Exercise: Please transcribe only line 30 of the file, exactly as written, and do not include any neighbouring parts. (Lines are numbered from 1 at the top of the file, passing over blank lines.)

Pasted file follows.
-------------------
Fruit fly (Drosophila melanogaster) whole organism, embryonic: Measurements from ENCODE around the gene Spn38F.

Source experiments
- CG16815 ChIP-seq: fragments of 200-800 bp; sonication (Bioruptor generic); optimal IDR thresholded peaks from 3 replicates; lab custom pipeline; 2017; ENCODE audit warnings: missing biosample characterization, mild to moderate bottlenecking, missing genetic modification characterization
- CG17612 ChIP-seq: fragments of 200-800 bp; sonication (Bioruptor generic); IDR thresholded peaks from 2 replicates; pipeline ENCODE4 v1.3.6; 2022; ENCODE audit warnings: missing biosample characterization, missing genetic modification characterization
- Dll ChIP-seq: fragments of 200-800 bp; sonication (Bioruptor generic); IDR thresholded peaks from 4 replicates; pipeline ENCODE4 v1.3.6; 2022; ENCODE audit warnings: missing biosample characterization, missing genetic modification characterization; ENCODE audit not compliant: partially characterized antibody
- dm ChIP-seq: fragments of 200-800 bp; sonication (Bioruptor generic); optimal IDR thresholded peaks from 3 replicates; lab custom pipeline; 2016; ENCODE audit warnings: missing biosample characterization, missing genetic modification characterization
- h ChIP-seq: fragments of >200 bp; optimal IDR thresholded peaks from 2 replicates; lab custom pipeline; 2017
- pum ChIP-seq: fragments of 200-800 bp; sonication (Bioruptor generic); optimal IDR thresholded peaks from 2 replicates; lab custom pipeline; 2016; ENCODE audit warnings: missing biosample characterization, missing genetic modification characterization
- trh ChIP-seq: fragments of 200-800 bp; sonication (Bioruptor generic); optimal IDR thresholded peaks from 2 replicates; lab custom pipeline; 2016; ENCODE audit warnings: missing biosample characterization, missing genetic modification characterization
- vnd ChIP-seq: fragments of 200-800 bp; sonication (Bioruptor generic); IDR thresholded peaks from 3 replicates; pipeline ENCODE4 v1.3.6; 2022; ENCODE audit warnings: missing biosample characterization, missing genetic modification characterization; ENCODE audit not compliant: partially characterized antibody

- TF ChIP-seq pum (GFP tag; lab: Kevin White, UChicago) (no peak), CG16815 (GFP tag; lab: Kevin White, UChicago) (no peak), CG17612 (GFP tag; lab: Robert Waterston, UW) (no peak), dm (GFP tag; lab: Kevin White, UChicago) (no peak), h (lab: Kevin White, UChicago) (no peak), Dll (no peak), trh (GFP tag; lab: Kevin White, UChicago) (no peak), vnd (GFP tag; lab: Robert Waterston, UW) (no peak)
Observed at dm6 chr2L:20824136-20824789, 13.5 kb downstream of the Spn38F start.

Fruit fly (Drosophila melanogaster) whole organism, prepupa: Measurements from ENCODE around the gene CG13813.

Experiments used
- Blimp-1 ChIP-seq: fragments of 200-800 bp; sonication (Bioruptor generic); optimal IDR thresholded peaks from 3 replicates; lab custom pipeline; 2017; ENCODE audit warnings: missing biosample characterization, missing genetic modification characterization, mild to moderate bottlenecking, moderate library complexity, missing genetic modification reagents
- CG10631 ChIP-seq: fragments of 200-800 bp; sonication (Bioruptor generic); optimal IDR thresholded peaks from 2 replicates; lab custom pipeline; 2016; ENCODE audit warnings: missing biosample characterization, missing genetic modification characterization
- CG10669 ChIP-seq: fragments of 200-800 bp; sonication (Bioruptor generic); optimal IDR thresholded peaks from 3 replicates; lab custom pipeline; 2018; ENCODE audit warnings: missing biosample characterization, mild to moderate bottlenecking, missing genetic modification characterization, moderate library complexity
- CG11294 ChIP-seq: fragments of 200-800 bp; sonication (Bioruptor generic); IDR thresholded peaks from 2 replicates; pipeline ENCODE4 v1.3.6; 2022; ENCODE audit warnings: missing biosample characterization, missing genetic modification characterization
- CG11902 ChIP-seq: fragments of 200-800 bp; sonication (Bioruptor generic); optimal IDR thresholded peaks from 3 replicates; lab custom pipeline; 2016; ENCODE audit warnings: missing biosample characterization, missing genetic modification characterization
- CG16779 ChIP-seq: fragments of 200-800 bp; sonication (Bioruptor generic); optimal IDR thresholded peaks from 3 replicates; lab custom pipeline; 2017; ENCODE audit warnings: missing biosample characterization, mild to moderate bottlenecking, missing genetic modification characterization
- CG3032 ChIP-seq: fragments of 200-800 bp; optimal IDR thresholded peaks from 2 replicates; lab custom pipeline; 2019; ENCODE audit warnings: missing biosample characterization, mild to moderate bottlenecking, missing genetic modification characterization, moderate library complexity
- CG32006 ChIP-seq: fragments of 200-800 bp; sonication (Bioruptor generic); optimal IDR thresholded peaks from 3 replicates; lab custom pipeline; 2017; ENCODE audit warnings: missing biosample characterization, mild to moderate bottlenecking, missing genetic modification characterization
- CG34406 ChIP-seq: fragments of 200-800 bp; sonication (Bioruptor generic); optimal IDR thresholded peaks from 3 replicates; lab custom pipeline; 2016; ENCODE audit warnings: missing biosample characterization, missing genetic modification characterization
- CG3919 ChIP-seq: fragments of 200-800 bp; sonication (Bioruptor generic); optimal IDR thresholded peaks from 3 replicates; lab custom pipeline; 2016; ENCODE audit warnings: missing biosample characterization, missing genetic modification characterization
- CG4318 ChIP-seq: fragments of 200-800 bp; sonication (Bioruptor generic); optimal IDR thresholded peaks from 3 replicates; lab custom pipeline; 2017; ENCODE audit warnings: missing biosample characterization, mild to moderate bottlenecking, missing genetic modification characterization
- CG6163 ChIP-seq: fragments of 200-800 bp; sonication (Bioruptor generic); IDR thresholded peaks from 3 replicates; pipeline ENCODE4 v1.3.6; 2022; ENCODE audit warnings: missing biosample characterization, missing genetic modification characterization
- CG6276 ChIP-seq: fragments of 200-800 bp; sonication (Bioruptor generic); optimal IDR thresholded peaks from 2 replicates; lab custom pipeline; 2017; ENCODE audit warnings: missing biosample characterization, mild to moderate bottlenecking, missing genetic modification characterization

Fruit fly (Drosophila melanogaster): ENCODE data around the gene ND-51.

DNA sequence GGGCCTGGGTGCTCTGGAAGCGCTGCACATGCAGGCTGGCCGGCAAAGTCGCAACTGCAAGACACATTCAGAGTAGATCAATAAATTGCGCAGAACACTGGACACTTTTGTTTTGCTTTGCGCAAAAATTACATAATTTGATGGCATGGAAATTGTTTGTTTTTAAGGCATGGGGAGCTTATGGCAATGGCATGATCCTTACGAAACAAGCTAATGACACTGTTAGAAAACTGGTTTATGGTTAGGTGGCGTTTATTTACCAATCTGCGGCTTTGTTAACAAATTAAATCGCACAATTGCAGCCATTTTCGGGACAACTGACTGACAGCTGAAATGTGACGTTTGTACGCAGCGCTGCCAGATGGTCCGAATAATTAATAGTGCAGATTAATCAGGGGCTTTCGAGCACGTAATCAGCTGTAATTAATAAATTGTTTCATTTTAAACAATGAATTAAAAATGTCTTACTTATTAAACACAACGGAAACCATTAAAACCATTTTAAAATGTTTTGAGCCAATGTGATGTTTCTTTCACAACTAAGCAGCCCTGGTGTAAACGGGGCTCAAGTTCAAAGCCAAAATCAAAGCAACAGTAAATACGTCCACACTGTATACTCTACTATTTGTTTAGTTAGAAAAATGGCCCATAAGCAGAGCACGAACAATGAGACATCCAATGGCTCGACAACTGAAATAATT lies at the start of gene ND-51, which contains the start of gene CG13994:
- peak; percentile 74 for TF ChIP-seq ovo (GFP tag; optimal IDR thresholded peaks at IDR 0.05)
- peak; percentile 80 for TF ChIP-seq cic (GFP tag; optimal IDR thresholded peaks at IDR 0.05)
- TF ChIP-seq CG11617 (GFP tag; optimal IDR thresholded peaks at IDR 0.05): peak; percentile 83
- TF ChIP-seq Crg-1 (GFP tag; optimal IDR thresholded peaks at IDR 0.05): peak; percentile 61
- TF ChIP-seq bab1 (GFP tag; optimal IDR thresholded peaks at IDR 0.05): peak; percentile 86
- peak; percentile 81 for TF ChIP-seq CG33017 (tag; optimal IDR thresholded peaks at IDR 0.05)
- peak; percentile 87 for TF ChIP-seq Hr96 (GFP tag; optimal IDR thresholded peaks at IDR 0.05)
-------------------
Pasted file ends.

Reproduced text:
- peak; percentile 74 for TF ChIP-seq ovo (GFP tag; optimal IDR thresholded peaks at IDR 0.05)